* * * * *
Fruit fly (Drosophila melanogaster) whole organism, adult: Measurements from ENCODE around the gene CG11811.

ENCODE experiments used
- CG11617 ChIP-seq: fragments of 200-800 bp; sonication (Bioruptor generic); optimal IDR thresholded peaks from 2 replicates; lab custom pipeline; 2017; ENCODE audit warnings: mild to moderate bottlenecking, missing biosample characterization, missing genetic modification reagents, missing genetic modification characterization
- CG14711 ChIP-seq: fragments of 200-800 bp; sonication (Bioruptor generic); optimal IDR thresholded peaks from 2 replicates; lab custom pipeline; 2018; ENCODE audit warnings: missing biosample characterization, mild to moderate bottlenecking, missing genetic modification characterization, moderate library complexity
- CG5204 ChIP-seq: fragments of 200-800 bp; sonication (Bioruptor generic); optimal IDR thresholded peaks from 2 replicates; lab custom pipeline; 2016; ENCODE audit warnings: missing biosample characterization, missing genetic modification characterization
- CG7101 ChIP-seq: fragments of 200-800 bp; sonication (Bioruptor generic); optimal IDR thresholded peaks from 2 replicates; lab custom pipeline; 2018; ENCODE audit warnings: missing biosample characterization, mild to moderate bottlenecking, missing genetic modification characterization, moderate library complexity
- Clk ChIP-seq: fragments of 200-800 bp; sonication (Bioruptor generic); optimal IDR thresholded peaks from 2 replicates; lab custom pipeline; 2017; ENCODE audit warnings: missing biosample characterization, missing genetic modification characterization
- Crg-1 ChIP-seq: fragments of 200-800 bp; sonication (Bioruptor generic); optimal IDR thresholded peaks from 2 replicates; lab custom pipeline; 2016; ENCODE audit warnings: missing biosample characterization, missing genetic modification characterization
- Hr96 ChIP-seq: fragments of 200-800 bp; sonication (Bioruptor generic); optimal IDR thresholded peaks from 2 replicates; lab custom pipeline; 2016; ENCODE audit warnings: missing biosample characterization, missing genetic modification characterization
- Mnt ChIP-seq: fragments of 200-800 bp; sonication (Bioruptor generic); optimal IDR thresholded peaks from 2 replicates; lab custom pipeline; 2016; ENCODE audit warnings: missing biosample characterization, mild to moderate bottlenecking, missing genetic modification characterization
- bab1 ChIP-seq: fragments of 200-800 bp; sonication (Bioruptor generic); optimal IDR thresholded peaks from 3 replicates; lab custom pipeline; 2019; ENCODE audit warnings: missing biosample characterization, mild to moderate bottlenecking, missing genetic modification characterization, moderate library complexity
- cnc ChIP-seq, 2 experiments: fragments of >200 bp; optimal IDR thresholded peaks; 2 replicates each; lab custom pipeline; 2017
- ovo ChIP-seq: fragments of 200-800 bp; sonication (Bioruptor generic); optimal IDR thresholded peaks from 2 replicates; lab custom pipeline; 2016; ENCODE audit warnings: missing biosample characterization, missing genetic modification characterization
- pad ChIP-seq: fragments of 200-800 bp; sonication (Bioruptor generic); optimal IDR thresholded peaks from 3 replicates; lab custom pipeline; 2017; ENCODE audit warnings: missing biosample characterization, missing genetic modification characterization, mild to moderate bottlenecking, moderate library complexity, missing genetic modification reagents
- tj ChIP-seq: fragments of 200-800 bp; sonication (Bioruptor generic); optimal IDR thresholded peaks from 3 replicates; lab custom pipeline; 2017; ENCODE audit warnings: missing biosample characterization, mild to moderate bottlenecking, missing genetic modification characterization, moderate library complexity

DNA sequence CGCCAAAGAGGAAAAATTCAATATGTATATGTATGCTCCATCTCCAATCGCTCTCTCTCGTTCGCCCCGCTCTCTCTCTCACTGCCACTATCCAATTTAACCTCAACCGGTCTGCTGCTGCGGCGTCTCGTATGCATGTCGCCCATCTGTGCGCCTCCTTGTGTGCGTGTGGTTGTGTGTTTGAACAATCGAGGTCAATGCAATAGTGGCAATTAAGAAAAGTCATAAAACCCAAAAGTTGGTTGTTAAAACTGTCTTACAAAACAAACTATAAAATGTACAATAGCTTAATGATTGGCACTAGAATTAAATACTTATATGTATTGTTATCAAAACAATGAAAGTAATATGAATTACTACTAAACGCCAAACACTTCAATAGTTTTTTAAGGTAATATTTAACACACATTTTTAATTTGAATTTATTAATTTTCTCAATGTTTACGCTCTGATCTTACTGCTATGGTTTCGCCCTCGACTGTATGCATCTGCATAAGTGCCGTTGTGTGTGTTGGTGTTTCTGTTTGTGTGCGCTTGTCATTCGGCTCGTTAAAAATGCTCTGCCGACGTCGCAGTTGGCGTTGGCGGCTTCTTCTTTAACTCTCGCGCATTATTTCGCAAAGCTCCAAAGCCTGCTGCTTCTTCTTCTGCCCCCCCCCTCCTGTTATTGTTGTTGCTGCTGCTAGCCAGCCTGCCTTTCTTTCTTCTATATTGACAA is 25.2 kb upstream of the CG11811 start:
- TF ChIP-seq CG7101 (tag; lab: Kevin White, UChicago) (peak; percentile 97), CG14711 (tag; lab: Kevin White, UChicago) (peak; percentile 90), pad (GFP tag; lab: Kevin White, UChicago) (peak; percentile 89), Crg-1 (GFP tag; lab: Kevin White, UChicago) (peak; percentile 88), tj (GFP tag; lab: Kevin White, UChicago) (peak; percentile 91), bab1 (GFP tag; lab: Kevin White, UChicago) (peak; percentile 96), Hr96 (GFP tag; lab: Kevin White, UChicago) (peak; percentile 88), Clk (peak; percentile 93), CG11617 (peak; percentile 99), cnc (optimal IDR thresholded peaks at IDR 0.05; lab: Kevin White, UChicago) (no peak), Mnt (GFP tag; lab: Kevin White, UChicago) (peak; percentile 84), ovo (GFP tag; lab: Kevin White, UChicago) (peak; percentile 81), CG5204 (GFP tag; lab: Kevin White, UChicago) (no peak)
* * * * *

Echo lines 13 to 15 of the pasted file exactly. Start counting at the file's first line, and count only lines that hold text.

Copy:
- ovo ChIP-seq: fragments of 200-800 bp; sonication (Bioruptor generic); optimal IDR thresholded peaks from 2 replicates; lab custom pipeline; 2016; ENCODE audit warnings: missing biosample characterization, missing genetic modification characterization
- pad ChIP-seq: fragments of 200-800 bp; sonication (Bioruptor generic); optimal IDR thresholded peaks from 3 replicates; lab custom pipeline; 2017; ENCODE audit warnings: missing biosample characterization, missing genetic modification characterization, mild to moderate bottlenecking, moderate library complexity, missing genetic modification reagents
- tj ChIP-seq: fragments of 200-800 bp; sonication (Bioruptor generic); optimal IDR thresholded peaks from 3 replicates; lab custom pipeline; 2017; ENCODE audit warnings: missing biosample characterization, mild to moderate bottlenecking, missing genetic modification characterization, moderate library complexity